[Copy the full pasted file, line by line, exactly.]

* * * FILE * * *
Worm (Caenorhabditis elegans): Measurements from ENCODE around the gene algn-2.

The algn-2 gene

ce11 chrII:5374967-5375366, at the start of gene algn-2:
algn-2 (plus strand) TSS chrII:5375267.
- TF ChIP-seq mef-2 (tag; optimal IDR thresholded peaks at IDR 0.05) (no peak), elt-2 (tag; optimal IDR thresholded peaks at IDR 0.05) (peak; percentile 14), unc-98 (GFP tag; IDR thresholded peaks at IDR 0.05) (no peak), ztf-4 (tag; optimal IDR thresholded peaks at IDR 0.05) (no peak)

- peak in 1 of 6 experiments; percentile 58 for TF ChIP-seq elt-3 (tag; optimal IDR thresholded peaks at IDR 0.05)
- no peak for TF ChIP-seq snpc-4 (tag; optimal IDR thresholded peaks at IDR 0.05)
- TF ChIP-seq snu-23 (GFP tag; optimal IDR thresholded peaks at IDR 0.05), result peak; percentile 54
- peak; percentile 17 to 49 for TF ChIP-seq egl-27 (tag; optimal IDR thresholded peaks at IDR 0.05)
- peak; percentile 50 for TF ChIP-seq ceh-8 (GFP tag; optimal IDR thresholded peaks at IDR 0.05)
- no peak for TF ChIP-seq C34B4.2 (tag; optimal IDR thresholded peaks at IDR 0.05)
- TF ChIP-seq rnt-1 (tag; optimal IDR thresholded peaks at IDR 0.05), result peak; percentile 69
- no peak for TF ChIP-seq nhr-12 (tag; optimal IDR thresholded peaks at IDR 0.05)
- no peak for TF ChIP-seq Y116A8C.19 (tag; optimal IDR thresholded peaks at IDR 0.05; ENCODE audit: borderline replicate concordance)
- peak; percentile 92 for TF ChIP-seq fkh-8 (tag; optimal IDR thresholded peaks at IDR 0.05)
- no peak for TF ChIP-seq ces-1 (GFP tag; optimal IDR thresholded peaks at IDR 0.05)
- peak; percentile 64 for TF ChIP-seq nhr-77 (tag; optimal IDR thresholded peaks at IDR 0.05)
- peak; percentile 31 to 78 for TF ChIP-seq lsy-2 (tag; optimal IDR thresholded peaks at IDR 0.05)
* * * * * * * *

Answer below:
Worm (Caenorhabditis elegans): Measurements from ENCODE around the gene algn-2.

The algn-2 gene

ce11 chrII:5374967-5375366, at the start of gene algn-2:
algn-2 (plus strand) TSS chrII:5375267.
- TF ChIP-seq mef-2 (tag; optimal IDR thresholded peaks at IDR 0.05) (no peak), elt-2 (tag; optimal IDR thresholded peaks at IDR 0.05) (peak; percentile 14), unc-98 (GFP tag; IDR thresholded peaks at IDR 0.05) (no peak), ztf-4 (tag; optimal IDR thresholded peaks at IDR 0.05) (no peak)

- peak in 1 of 6 experiments; percentile 58 for TF ChIP-seq elt-3 (tag; optimal IDR thresholded peaks at IDR 0.05)
- no peak for TF ChIP-seq snpc-4 (tag; optimal IDR thresholded peaks at IDR 0.05)
- TF ChIP-seq snu-23 (GFP tag; optimal IDR thresholded peaks at IDR 0.05), result peak; percentile 54
- peak; percentile 17 to 49 for TF ChIP-seq egl-27 (tag; optimal IDR thresholded peaks at IDR 0.05)
- peak; percentile 50 for TF ChIP-seq ceh-8 (GFP tag; optimal IDR thresholded peaks at IDR 0.05)
- no peak for TF ChIP-seq C34B4.2 (tag; optimal IDR thresholded peaks at IDR 0.05)
- TF ChIP-seq rnt-1 (tag; optimal IDR thresholded peaks at IDR 0.05), result peak; percentile 69
- no peak for TF ChIP-seq nhr-12 (tag; optimal IDR thresholded peaks at IDR 0.05)
- no peak for TF ChIP-seq Y116A8C.19 (tag; optimal IDR thresholded peaks at IDR 0.05; ENCODE audit: borderline replicate concordance)
- peak; percentile 92 for TF ChIP-seq fkh-8 (tag; optimal IDR thresholded peaks at IDR 0.05)
- no peak for TF ChIP-seq ces-1 (GFP tag; optimal IDR thresholded peaks at IDR 0.05)
- peak; percentile 64 for TF ChIP-seq nhr-77 (tag; optimal IDR thresholded peaks at IDR 0.05)
- peak; percentile 31 to 78 for TF ChIP-seq lsy-2 (tag; optimal IDR thresholded peaks at IDR 0.05)